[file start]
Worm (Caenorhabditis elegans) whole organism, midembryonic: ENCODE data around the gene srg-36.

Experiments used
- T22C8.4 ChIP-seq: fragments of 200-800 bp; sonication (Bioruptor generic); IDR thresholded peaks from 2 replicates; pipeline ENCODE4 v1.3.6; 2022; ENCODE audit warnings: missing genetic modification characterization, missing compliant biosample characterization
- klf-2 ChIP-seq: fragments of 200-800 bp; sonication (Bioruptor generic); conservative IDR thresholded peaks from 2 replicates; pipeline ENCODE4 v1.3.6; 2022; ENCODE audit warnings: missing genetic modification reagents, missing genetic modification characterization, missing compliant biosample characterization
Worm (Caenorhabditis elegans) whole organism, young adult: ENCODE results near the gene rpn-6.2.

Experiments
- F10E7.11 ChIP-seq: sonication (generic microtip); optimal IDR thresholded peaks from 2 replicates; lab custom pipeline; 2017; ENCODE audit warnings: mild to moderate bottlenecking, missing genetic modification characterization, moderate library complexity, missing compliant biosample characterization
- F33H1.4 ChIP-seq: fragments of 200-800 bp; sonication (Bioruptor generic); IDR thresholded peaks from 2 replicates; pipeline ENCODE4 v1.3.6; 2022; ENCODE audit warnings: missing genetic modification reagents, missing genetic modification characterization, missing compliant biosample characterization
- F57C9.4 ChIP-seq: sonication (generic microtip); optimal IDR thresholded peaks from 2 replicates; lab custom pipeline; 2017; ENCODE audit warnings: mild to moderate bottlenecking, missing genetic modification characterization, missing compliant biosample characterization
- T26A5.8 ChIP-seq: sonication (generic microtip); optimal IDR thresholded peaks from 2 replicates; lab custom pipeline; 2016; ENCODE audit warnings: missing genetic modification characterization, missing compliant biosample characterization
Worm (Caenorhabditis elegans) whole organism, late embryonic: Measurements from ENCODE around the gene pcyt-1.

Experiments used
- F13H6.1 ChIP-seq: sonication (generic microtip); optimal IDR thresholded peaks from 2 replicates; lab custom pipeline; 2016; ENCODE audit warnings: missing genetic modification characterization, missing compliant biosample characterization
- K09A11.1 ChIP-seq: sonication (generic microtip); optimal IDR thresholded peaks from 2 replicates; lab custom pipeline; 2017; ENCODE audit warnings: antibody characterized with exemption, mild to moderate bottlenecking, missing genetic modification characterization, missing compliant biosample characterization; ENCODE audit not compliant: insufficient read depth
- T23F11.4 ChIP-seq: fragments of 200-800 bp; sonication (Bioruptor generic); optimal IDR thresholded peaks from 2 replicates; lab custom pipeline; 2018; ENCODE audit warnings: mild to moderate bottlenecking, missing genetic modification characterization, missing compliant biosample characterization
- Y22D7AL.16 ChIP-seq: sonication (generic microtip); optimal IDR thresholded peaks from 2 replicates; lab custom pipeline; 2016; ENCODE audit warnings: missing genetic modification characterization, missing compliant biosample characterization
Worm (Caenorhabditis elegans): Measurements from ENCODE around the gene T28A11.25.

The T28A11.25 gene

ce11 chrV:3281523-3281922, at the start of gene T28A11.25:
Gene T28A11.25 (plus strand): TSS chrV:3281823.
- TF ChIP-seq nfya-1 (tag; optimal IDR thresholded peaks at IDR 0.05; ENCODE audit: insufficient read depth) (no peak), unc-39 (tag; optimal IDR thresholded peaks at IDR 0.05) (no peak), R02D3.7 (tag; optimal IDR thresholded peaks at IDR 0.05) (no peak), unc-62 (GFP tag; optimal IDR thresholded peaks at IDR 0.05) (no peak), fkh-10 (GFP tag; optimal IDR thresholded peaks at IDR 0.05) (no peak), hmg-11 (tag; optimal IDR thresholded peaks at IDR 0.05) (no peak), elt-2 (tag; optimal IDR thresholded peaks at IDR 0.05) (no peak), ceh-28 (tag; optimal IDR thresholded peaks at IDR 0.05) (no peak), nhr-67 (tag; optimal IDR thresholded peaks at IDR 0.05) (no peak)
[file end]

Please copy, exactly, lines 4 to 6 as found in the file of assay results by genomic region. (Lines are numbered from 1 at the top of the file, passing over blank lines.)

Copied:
- klf-2 ChIP-seq: fragments of 200-800 bp; sonication (Bioruptor generic); conservative IDR thresholded peaks from 2 replicates; pipeline ENCODE4 v1.3.6; 2022; ENCODE audit warnings: missing genetic modification reagents, missing genetic modification characterization, missing compliant biosample characterization
Worm (Caenorhabditis elegans) whole organism, young adult: ENCODE results near the gene rpn-6.2.

Experiments